To quote emperor Palpatine, “A surprise to be sure, but a welcome one.” Upon seeing a red rating screen before the trailer for Booksmart, it seems to be yet another crass comedy that can’t draw the fine line between rules and fun. Turns out director Olivia Wilde’s motion picture actually has some profound philosophies to say when it’s time to party these coming summer months.
The screenwriter wisely took time to build up the homosexuality of the co-lead, Amy, so that by the end, her story makes the LGBTQ community feel respected. Yes, even I, a straight man, felt heartbroken when Amy did; mostly because the actress playing her, Kaitlyn Dever, knows how to play the part seriously when admitting how she profanes a plush panda’s snout, then snaps a vicious attitude toward those who take advantage of her habit of saying yes to everything.
Her perfectionist best friend, Molly, though, is the type of lead character who gives the entire project more layers of depth than similar comedies. While not correcting grammar on bathroom walls, Molly‘s assertive (emphasis on the first three letters of that adjective) female dog personality barks everyone else down. Beanie Feldstein plays the part of Molly like the only sane woman within a murder mystery party, but not even she, nor the rest of the cast, acts truly heterosexual!
Casting directors out there, keep a keen eye out on Beanie Feldstein and Kaitlyn Dever! These two build expert chemistry off each other, almost like the two improvised half the content… maybe Beanie and Kaitlyn could score Best Actress Golden Globe nominations? Fingers crossed!
Although the unorthodox immorality of the screenplay encourages youths to dishonor the police and ignore their parents. Don’t be surprised if someone shortly after watching this movie is photographed to the front and to the side, a number below in hand. Right from seeing how Molly vandalized her own parking spot at school, the complete freedom of breaking rules means even the rules of logic are broken. There’s an instant when the two lead girls speak fluent Chinese so the principal cannot understand them, and nothing before or after the scene explains why they would know such a language. Better scenes probably wound up on the cutting room floor to close up some plot holes, but instead, the bigger issues are peppered down by the unpredictably spicy visuals.
The cinematography doesn’t quite match what the hot imagery calls for, as it ranges from Steadicam to going all vertigo on Molly’s distraught face. With the things done wrong, several jokes go on too long, including Amy’s parents listing the cute names for her graduation food, a creepy doll nightmare, or a fantasized dance with Molly’s crush. That dance is just another one of those invigorous daydreams implemented. While hit or miss, when a visual does hit, it is oh, so fresh! Right down to the makeup design of the characters, it appropriately gives crucial information about who they are without calling any attention to itself.
Because everything looks genuine enough, the supporting cast are believable as videos on an Instagram story, shouting louder than a saturated karaoke projector backlight. At school, the students seem well-behaved, then after the scholarly caps set loose, shirts rip apart to reveal their true selves! Every character leaves an impact, from a full-of-themselves drama duo to a trashy teenager in a teacher’s body. Over eight hours, the entire collection of whomever impacted Molly and Amy throughout their four years of high school jumps in line of their misadventures.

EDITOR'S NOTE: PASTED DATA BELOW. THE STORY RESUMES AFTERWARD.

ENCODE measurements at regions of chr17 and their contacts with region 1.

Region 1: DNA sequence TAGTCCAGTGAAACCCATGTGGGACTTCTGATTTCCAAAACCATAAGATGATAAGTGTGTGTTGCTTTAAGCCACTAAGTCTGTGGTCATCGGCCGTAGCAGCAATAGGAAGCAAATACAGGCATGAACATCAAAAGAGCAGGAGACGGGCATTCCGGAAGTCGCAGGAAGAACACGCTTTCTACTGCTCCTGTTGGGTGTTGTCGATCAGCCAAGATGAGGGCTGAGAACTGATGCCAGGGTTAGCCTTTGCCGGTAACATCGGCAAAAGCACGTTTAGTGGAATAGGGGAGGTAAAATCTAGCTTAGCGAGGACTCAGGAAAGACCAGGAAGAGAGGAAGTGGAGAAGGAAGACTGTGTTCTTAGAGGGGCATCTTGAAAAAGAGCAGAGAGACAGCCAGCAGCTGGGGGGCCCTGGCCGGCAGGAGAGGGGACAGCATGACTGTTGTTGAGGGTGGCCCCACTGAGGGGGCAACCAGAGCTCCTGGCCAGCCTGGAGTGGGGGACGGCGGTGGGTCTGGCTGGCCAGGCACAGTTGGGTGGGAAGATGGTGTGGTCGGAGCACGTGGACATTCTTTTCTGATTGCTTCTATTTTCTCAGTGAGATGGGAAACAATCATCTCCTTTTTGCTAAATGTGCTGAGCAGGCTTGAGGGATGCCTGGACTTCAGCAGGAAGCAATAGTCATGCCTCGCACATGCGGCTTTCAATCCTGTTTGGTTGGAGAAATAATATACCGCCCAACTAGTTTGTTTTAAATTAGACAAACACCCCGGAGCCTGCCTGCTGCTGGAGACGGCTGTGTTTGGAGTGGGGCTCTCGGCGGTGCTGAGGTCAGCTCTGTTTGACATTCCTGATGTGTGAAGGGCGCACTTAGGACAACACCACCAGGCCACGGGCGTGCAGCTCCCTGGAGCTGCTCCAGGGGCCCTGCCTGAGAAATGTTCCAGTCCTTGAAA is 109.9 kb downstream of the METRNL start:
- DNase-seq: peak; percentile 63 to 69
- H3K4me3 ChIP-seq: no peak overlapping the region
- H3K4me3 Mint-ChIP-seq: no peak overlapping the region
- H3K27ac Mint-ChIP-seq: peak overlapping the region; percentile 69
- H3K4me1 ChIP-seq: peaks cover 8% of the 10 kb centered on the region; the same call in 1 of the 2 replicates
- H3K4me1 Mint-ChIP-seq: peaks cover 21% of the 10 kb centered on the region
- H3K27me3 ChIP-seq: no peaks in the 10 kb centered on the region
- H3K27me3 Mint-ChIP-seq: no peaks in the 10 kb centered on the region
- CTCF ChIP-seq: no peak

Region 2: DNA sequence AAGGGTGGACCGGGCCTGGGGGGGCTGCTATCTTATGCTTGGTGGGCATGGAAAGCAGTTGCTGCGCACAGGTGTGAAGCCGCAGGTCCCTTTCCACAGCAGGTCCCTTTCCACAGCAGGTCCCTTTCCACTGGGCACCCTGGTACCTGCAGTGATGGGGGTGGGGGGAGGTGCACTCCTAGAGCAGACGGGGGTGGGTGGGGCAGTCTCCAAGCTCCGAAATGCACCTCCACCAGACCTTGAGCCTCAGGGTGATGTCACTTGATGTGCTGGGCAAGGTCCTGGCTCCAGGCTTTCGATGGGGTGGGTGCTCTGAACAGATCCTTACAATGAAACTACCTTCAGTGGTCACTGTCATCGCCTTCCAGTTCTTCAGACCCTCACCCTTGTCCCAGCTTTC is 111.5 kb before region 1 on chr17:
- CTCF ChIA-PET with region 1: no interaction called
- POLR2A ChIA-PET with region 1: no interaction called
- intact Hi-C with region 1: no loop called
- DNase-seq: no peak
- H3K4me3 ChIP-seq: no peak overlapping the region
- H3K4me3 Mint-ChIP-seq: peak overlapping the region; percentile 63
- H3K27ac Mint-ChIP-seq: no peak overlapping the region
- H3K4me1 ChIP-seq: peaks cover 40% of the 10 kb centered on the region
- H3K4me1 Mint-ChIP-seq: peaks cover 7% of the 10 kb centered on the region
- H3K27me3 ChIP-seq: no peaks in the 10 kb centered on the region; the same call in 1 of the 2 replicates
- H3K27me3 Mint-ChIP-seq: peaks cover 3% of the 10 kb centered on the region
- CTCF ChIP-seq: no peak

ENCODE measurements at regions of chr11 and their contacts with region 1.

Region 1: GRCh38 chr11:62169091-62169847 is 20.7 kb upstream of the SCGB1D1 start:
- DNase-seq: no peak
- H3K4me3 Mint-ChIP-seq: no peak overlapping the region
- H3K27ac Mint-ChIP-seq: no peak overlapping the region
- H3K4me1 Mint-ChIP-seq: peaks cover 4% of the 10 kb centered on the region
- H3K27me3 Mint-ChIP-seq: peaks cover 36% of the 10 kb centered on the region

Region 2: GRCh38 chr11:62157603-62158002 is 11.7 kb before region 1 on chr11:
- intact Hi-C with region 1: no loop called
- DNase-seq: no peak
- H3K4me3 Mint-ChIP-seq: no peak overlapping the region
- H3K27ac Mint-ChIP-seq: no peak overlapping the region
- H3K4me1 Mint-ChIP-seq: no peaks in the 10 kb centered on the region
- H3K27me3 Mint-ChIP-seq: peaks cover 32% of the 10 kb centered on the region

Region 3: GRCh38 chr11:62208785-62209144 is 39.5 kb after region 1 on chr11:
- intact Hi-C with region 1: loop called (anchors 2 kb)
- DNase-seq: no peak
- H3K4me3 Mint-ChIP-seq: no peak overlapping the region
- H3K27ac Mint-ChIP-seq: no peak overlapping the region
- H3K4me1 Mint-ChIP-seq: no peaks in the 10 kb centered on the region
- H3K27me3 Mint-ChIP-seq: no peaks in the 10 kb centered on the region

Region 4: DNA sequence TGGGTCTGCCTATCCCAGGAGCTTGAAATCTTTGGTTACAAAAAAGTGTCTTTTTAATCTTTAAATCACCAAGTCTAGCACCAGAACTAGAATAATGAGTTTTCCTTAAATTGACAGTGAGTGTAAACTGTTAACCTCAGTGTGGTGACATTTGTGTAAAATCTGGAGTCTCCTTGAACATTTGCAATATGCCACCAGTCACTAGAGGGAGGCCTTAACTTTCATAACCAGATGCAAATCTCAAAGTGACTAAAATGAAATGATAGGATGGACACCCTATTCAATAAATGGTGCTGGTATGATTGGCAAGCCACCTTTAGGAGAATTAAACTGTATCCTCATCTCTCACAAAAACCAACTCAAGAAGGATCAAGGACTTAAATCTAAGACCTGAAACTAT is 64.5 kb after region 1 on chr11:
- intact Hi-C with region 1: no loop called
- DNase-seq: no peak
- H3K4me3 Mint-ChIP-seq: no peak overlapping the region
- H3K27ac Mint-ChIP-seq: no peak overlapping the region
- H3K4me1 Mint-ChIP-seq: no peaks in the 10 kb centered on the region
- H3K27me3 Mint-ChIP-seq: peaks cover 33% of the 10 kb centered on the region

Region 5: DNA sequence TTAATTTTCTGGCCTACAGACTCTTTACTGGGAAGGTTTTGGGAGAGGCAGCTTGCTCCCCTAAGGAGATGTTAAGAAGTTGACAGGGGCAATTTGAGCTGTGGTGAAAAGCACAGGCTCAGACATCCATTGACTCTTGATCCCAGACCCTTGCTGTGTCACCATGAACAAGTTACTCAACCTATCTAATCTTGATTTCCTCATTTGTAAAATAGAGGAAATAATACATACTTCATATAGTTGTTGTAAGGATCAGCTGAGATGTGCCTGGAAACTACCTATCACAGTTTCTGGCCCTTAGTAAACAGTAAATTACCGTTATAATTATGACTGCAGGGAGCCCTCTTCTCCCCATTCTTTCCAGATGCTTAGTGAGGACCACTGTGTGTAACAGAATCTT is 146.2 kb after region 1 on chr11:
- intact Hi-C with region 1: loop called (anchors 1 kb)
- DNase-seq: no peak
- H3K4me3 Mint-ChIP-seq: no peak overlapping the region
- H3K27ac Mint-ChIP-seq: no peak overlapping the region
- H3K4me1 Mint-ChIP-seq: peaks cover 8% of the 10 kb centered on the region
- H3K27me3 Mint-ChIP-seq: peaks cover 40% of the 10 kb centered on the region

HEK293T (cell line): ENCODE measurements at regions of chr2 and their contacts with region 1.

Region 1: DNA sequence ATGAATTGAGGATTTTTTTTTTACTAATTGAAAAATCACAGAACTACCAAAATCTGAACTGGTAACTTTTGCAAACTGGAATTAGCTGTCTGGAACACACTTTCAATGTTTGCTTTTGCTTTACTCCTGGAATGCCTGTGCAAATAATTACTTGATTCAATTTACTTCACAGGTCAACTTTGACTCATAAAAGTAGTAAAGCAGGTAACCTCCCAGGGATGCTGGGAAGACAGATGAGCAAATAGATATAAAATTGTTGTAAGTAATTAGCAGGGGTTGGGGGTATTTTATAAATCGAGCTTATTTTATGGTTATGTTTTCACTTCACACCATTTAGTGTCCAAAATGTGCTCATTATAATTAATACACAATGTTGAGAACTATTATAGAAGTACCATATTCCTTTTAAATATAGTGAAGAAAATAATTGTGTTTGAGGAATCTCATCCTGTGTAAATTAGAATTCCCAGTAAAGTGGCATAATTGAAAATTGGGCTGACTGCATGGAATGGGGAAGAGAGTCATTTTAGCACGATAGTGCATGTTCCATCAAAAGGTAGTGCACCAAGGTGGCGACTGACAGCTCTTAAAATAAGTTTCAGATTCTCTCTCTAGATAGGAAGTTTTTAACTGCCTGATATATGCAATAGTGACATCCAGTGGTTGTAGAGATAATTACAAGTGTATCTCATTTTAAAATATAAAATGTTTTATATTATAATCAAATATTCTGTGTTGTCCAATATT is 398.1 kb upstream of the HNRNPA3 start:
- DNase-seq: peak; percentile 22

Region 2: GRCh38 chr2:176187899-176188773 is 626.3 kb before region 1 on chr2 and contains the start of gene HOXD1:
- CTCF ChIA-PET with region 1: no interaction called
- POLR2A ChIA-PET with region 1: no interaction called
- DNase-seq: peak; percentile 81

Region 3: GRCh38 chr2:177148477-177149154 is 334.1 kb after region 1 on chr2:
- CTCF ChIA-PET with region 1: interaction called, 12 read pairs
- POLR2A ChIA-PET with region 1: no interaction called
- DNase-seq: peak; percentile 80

Molly ain’t entirely happy though, as a big problem keeps coming in: Too many of these party-hardy kids got into her level of schools: Yale, Harvard, etc. That’s why Molly needs to party on their last night of teenagerhood, to prove she’s more than just their class president. Not just that, she’ll ensure Amy will enjoy it too, even if it means introducing her to porn for “educational” purposes.
This inner concern Molly has for her own ego presents something much deeper than what most coming-of-age teen comedies dwell on, it displays something applicable to anyone of any age: why “YOLO” vitalizes humanity now more than ever before. It means we should go love those privileged breaks life offers. It means we need to have some fun. It means we need to follow the rules. It means we have to know when the line between fun and rules must be drawn or erased. Booksmart has the fun part down cold, so take good note on the journey of Molly and Amy.
If there is a specific movie you’d like to see graded, or if you are interested in guest blogging for my site, please email me at Trevor@TrevorsViewOnHollywood.com for your recommendations.
Have a great weekend, and happy watching!
Booksmart, 2019. Annapurna Pictures. Web. <http://annapurna.pictures/films/booksmart>.
Duhamel, Francois. “Things get crazy in "Booksmart" when Molly (Beanie Feldstein) and Amy (Kaitlyn Dever) wear matching jumpsuits..” Digital image. AZ Central. Gannett, 15 May 2019. Web. <https://www.azcentral.com/picture-gallery/entertainment/movies/2019/05/16/beanie-feldstein-kaitlyn-dever-booksmart-movie-stills/1193128001/>.